In this post I introduce a basic workflow used to develop a quantitative trading strategy. We’re going to collect data on ‘FAANG’ stocks(Facebook, AAPL, AMZN, NFLX, and GOOG) and look for statistical significance in the underlying equities. We will then use this to base our hypothesis and develop a backtest of a quantitative trading strategy.
Once I collected the data, I initially wanted to take a look at the time series of each of these stocks.
After getting a general idea of the performance of the stocks, I then decided to take a look at the return profiles of each underlying. Here my primary interest included understanding the typical intraday volatility as to develop grounds to better understand the risk associated with each underlying.
From looking at the above plot, it appears that NFLX is clearly the most volatile of the group. I decided to dig a little deeper and thus plotted each equity’s daily return profile separately for individual analysis.
From looking at the plots of the individual equities, it can be seen that while NFLX is prone to some intraday price swings, the remaining equities are also prone to some, at times, more volatile intraday moves than NFLX. I furthered my analysis by calculating the standard deviations of returns for each of the stocks. Over the sample, Facebook’s standard deviation was 0.024, Apple’s was 0.016, Amazon’s was 0.0199, Netflix’s was 0.035, and Google’s was 0.015. Based on assessing the standard deviations of the daily returns for each, NFLX, with a standard deviation of 3.5% is clearly the more volatile stock.
As can be seen from the plot below, on a rolling standard deviation basis, NFLX again has been the more volatile stock intraday on a historical basis, but in more recent time, the stock, though still the most volatile, others in the group have somewhat closed the gap.
Now I’m ready to begin assessing the group to determine what relationships exist between each of the underlying stocks. I begin by looking at the group as whole.
At this point, I’m now looking for unique relationships within the group. It is a natural expectancy that the group be correlated to a degree. However, what I was really interested in was uncovering where any unique relationships between any two of the group really stood out from the consensus notion of all ‘FAANG’ stocks being correlated. After looking through the pairplot, which is a good function to get an overview of a data set, AMZN was the first row to really standout. The stock was positively correlated with the group but its correlation to Facebook and Google were the two that really jumped out. Moving on to Facebook’s row, after Amazon, Google appeared to have the strongest relationship to the stock. Moving to Google, Amazon then Facebook, appeared to have the strongest correlations. Lastly, surveying Netflix, each of the remaining stocks appeared to be roughly equally correlated with Netflix.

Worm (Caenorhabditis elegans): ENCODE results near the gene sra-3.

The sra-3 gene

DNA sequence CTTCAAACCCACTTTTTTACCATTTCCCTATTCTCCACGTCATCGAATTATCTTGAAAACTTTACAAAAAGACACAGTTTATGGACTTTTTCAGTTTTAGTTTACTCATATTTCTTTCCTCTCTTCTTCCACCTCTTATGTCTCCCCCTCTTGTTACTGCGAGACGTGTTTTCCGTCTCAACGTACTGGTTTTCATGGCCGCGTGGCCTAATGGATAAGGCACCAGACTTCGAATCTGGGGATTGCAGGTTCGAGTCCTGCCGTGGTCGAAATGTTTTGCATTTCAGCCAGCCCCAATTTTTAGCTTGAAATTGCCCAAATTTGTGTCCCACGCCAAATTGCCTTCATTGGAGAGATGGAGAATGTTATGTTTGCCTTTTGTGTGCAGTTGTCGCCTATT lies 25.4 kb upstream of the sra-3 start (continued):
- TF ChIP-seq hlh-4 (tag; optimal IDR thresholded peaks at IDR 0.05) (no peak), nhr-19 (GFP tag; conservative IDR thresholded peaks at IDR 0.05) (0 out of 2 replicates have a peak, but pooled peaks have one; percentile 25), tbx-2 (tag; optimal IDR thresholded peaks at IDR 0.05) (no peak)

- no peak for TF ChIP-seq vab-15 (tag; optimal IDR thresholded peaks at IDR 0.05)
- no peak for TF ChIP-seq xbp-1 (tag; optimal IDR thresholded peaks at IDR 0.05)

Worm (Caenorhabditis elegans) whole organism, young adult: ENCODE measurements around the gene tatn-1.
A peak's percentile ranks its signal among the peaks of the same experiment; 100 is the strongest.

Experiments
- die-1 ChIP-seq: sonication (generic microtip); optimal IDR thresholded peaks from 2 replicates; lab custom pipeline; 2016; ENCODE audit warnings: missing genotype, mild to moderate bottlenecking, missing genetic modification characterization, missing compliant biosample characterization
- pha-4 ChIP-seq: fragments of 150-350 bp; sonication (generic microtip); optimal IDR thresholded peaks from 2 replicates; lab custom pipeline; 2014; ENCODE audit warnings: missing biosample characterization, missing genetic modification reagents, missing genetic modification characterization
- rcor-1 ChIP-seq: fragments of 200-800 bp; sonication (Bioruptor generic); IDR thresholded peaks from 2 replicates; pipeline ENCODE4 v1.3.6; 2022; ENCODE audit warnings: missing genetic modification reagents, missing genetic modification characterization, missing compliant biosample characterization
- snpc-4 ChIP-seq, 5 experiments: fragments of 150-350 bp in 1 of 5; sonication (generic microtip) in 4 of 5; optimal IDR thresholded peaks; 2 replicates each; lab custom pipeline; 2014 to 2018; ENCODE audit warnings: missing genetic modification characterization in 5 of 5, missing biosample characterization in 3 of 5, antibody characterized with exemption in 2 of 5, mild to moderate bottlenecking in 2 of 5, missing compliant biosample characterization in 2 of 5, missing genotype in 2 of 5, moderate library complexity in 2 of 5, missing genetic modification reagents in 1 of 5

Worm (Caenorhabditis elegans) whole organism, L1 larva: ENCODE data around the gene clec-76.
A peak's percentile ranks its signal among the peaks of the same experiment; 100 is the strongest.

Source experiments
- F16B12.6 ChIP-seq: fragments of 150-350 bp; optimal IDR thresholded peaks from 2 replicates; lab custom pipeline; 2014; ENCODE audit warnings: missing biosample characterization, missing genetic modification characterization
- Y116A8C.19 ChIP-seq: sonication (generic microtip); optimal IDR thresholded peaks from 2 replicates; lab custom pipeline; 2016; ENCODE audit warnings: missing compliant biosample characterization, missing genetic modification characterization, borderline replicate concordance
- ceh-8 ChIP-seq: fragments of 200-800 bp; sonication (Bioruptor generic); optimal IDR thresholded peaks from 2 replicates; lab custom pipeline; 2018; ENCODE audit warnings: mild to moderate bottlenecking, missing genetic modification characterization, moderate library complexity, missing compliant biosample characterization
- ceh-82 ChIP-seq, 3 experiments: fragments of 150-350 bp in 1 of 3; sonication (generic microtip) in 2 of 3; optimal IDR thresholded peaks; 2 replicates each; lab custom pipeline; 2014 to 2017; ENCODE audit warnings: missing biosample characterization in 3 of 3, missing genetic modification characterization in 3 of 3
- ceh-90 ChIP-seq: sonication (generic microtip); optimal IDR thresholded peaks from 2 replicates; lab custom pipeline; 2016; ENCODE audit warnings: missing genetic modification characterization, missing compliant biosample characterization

At this point, I believe that I know which pairs I’d like to take a deeper look at, but to further my analysis a bit more, I created a heatmap of the correlations of the underlying stocks.
The heatmap was a bit surprising, which is a good thing. It’s always desirable to seek to back-up your assumptions quantitatively. Before creating the heatmap, it appeared that Amazon’s strongest correlation was with Facebook, with Google coming in second. The heatmap of the correlations actually revealed that it was the other way around. Amazon’s strongest correlation has been to Google, with Facebook coming in second. My initial belief about Facebook was that it was most strongly correlated to Amazon with Google coming in second. Assessing the heatmap, yet again the actual numbers were inverted as Facebook has been most closely correlated with Google, with Netflix coming in second. On to Google, my initial belief was that Amazon had the strongest correlation followed by Facebook. After reviewing this assumption via the heatmap, it too was inverted with the strongest relationship being between Facebook and Amazon coming in second. Lastly, regarding Netflix, it was believed that this stock’s closest relationship was on balance equal to the remaining stocks in the group. This was a fair assumption as Netflix’s correlation to Amazon, Facebook, and Google, came in at .94, .95, and.94 respectively. However,take a look at its correlation to Apple, which came in at .81, and is the second lowest correlation between any two stocks in the group.
Based on this analysis, I must update my original hypothesis, and seek to design a quantitative strategy based on what this exercise has told me comprehensively. At this point, we’re still not quite ready to begin designing a trading strategy and backtesting it as there is yet some additional analysis that must be conducted, but we do have a better understanding about the group that will serve as a foundation for our continued analysis and later our strategy backtest.
Read Quantitative Trading: FAANG Example Part II